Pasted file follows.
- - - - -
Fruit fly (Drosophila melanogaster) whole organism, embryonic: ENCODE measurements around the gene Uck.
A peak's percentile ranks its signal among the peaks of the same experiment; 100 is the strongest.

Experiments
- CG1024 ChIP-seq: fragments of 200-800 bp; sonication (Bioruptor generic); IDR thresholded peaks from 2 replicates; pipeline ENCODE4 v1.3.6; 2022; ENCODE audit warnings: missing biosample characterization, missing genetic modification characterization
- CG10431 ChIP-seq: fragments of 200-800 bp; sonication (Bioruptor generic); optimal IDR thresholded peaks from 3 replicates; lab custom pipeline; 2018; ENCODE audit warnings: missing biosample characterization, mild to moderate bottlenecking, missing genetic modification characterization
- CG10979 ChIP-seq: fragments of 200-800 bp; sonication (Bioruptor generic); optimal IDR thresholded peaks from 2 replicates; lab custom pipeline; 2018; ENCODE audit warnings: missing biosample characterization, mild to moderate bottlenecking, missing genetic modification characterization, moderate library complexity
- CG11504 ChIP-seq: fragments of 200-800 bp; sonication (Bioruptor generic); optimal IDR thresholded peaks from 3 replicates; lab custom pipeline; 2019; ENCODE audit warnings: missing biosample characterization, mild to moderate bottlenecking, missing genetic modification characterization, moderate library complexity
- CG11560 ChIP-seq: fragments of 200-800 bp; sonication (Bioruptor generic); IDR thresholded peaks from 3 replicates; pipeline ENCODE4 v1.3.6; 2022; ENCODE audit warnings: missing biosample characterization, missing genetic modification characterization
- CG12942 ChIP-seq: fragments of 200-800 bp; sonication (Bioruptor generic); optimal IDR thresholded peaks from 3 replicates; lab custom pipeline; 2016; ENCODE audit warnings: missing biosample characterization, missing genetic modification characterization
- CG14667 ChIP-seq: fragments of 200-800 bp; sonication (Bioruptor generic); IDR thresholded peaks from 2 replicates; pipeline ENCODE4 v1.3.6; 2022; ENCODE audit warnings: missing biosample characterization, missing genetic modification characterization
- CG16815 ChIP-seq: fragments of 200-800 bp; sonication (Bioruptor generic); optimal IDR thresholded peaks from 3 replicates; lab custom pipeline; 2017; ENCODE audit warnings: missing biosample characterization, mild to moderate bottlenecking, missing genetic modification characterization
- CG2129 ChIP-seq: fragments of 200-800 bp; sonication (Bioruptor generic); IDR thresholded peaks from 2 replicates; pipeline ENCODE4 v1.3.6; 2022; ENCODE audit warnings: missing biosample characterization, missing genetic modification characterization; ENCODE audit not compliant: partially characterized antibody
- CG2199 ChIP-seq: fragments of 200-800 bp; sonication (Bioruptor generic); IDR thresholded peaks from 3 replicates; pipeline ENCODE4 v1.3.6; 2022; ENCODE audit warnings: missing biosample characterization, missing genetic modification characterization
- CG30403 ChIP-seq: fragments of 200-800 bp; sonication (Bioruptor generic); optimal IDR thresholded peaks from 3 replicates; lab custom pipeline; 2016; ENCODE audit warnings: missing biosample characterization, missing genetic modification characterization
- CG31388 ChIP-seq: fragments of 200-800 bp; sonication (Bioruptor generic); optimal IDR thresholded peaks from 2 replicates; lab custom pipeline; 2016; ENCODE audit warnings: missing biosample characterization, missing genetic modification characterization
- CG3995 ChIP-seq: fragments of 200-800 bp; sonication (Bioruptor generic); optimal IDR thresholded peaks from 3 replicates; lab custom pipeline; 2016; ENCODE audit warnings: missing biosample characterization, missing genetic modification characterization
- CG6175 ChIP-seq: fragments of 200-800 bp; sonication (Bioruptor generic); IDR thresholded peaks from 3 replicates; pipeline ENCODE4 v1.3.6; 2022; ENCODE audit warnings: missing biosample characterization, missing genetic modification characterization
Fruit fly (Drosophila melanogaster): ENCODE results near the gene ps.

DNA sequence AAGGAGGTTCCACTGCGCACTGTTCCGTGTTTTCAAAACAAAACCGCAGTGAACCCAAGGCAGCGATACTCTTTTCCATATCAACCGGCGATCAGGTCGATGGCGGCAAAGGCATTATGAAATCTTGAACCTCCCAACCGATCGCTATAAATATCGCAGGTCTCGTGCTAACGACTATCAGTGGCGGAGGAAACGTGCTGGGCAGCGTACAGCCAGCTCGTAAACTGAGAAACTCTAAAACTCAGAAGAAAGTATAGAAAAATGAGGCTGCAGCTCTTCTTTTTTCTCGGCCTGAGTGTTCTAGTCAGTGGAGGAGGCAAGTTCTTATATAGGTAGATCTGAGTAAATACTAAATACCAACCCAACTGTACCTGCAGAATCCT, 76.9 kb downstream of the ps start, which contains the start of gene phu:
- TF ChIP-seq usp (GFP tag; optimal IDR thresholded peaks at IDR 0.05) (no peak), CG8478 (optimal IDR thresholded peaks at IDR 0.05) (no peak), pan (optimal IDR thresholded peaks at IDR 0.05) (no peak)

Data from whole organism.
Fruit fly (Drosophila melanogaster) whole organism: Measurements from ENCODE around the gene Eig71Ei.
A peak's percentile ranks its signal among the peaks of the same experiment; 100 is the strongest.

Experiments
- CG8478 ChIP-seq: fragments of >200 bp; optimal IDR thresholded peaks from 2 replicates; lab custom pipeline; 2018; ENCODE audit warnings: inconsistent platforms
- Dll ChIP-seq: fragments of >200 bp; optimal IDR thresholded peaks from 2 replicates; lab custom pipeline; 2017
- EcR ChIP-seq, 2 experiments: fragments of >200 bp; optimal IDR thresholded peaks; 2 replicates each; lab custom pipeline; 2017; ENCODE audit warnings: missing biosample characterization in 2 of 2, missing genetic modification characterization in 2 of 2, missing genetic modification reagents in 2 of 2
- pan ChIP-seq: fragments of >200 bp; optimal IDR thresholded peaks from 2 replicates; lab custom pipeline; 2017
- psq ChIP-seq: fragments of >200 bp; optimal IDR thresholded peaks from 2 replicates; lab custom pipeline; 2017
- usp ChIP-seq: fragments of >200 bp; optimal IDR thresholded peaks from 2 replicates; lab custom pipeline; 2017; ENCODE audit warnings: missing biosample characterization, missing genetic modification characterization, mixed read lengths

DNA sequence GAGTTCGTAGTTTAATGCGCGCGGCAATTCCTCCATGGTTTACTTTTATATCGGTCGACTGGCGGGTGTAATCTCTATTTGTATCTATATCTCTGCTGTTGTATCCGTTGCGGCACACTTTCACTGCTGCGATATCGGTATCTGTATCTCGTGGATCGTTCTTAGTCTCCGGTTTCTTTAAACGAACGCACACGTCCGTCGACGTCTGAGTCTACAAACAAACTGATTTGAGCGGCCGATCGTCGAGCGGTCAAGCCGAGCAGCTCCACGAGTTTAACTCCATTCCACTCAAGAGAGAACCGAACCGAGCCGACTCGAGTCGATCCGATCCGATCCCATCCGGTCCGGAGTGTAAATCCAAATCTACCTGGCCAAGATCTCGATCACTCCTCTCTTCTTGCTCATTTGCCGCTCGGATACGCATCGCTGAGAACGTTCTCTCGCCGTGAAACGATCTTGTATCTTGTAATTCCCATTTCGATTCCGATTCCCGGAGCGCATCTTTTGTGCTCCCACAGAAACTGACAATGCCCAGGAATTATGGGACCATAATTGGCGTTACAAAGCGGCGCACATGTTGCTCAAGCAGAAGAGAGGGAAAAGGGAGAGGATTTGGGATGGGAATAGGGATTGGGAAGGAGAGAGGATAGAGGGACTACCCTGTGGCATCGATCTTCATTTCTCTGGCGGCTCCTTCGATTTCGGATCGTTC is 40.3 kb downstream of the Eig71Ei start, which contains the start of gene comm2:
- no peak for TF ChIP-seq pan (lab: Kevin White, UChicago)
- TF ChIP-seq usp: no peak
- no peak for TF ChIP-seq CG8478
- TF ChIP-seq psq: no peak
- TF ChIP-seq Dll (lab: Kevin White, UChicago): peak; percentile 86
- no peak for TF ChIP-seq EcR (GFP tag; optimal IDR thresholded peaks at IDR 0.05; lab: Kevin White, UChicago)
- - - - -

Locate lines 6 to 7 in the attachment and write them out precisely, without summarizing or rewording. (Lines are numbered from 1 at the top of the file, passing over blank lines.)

- CG10979 ChIP-seq: fragments of 200-800 bp; sonication (Bioruptor generic); optimal IDR thresholded peaks from 2 replicates; lab custom pipeline; 2018; ENCODE audit warnings: missing biosample characterization, mild to moderate bottlenecking, missing genetic modification characterization, moderate library complexity
- CG11504 ChIP-seq: fragments of 200-800 bp; sonication (Bioruptor generic); optimal IDR thresholded peaks from 3 replicates; lab custom pipeline; 2019; ENCODE audit warnings: missing biosample characterization, mild to moderate bottlenecking, missing genetic modification characterization, moderate library complexity